Nevada is its own free state with a large and growing population, it serves exactly the same capacity as it does now.

The Mormon territories comprise Utah, plus parts of Colorado and Idaho. Little is mentioned about it. They may however not be a separate state, the map in the book (the UK version of the book does not contain a map) suggests they may just be an autonomous region within the Islamic Republic.

Parts of New Mexico, Arizona and Southern California have been claimed by the Aztlan Empire (formerly Mexico) and tension between the I.R. and A.E. have risen due to land claims.

Hawaii is described in the same context as Canada so could be independent. Alaska and the most Northerly New England States are not described.

Canada has snatched some of Minnesota and Wisconsin as "ancestral lands" for its native population.

Additionally, Southern Florida has become its own state, using a flag similar to Puerto Rico or Cuba.

The Islamic Republic has long been suffering an internal war between its moderate/modern wanting to preserve its democratic traditional government and fundamentalist factions wishing to create an fundamentalist Islamic State under the strict form Sharia law.

Characters[edit]

  • Rakkim Epps: The Story's protagonist, an ex-Fedeyeen shadow warrior (trained in espionage) currently running a night club in Seattle's Christian zone. He is hired to track down Sarah (his longtime love interest) by her uncle, when it is discovered that she has disappeared.
  • Sarah Dougan: Rakkim's lover, a young college professor who attracts a great deal of controversy in her short career, having recently authored a book on the American's conversion to Islam which angered the country's fundamentalist population. While working on her latest book, one of her sources informs her to go into hiding because her work has attracted the attention of a mysterious figure who was behind her father's assassination.
  • Thomas "Redbeard" Dougan: Sarah's uncle and head of the Department of State Security. He is seen as the constant target of the country's fundamentalist leaders, a true patriot of his country. He took in Rakkin while he was a young orphan; he also raised Sarah after his brother's assassination and her mother's mysterious disappearance. They had a falling out when Rakkim joined the Fedeyeen and were not on speaking terms after he refused to grant Rakkim's request to marry Sarah. With the disappearance of his niece and knowing that his rivals were closing in on him, he overcomes his estrangement with Rakkim and asks him to find Sarah.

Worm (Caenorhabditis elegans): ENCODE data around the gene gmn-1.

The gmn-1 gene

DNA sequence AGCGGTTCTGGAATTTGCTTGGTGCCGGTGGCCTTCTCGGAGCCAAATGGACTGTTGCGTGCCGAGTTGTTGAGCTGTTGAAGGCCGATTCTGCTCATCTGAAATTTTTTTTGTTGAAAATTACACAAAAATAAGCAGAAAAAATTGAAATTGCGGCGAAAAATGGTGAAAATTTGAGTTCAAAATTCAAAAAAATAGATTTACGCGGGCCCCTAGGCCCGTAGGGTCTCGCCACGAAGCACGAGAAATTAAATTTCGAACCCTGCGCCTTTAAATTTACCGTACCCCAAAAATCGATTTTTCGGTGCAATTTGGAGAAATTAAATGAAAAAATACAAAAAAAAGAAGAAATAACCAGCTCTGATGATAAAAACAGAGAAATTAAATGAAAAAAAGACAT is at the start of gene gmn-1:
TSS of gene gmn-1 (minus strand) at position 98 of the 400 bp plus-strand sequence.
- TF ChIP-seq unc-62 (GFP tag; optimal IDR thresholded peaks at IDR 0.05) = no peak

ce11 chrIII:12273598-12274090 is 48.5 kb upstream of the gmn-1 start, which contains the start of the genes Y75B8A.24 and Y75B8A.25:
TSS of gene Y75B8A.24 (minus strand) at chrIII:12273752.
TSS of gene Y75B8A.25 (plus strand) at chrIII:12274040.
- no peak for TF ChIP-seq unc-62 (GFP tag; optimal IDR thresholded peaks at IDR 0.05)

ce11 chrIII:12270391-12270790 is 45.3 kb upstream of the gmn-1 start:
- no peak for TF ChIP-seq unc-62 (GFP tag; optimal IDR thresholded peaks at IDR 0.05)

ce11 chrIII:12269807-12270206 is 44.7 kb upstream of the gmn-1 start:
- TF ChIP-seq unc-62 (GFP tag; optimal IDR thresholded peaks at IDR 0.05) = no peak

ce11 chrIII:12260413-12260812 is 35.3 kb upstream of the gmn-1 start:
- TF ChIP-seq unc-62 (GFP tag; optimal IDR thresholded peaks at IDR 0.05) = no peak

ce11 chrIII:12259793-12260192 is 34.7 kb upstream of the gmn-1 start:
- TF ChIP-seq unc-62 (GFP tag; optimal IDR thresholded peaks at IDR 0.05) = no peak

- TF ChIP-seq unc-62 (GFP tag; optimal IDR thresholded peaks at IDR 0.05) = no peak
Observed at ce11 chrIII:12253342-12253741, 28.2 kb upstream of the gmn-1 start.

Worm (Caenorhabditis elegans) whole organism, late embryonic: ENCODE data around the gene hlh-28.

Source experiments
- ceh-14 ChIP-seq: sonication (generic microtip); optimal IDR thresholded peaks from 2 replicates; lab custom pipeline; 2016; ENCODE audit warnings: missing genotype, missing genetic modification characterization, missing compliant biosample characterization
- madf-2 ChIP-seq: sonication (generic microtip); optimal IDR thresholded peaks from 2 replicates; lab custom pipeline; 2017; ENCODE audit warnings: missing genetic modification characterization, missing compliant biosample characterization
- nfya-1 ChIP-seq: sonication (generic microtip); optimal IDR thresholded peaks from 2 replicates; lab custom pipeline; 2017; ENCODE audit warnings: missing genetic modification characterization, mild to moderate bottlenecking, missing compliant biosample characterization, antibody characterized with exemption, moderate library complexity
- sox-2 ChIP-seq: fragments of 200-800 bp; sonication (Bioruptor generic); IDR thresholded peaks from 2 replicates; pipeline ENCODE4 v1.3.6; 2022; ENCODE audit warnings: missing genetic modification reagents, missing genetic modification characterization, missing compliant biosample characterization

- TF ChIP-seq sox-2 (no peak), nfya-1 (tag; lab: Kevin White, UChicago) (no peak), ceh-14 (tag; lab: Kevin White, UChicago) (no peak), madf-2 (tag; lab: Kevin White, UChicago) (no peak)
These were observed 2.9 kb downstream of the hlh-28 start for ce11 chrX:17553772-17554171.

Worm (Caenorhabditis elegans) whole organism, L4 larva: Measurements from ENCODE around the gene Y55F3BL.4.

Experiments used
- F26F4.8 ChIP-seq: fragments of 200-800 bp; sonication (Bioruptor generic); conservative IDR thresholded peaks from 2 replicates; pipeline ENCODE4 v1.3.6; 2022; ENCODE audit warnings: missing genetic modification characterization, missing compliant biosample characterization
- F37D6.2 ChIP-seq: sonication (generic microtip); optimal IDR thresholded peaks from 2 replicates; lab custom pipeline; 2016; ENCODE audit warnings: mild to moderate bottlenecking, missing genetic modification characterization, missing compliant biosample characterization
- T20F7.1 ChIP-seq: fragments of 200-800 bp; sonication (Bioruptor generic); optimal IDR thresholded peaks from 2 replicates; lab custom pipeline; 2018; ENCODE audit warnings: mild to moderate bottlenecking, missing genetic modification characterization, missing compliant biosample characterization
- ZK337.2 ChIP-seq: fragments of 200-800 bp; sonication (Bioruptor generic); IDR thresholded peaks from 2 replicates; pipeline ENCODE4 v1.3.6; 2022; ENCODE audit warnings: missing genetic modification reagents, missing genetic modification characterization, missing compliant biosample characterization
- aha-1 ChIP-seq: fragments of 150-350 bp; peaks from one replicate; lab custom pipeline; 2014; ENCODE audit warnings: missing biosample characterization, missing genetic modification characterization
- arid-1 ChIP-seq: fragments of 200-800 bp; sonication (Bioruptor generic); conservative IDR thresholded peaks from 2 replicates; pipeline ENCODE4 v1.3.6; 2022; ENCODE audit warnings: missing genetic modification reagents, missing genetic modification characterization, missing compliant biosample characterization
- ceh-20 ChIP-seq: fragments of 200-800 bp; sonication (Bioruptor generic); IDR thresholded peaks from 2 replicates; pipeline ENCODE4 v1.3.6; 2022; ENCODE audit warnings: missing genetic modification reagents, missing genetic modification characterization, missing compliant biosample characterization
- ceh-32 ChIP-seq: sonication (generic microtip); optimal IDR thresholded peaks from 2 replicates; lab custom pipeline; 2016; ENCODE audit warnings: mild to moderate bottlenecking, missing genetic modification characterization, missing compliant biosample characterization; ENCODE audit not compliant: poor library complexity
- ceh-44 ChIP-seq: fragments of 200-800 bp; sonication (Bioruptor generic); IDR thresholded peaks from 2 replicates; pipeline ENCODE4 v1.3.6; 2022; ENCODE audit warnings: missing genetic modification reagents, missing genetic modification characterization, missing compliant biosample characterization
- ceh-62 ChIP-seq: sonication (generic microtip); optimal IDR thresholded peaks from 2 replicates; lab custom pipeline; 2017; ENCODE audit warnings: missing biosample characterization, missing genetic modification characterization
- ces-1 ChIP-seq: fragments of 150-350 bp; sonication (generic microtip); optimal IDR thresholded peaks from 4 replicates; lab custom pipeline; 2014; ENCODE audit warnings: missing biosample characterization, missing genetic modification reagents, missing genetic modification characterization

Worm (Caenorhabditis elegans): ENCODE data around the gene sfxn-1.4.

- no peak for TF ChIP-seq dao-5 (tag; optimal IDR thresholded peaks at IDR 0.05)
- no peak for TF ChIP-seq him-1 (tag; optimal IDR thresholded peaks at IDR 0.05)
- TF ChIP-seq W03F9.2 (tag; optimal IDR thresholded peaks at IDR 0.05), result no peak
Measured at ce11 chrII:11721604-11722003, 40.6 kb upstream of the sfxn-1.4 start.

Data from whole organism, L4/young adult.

• The Old One aka Hassan Muhammed: a terrorist mastermind responsible for the shaping of much of the current world. Although his actual age is unknown due to scientific procedures that help him live longer, he is estimated to be around 70–90 years old. Possibly a Yemeni who speaks his English with a British accent, presumably indicating where he received his education. He is the one who ordered the assassination of Sarah's father and discovers that her latest work could threaten to expose his life work.
  • Darwin Conklin: A psychopathic ex-Fedeyeen assassin hired by the Old One to track down Sarah (despite being described by the Old One's son as a demon), he leaves a bloody trail of murders throughout his journey.
  • Mullah Ibn Azziz: The new leader of the Blackrobes order, a young extremist who seeks to create a fundamentalist society cleansed of Catholics, Jews, and non-fundamentalist Muslims. He knows nothing of the Old One though his swift rise through the Blackrobes ranks was mostly due to him; when he discovers Sarah's disappearance he believes she is seeing a lover; he proposes to find her and use her to destabilize Redbeard's leadership.
  • Angelina: Redbeard's loyal, kind-hearted house maid.
  • Anthony Colarusso Sr.: A Catholic Seattle detective who is a good friend of Rakkim; also a former Catholic priest who now has a family of his own. His son Anthony Jr. is local hoodlum but hopes to join the Fedeyeen which his father encourages to help improve their social standing. Initially Rakkim refuses to give his recommendation, until he recognizes that he will better off in the Fedyeen than the streets, and agrees.
  • Mardi: Rakkim's business partner at the night club, she's also the widow of Rakkim's Fedeyeen friend Tariq. She largely blames herself for his death, believing her refusal to convert cost him a promotion. Occasionally they sleep together though he stopped after he started seeing Sarah, which makes her a bit jealous.

Marketing[edit]

Publisher Charles Scribner's Sons hired interactive design firm LevelTen Design to promote the book online through three websites, including one, "Republic World News", which was a fake news site for the "Islamic States of America". The Denver Post wrote, "With Prayers campaign of so-called "viral marketing" to generate buzz, instead of traditional advertising venues, could this be a new world order in the way books are sold?"[1]

External links[edit]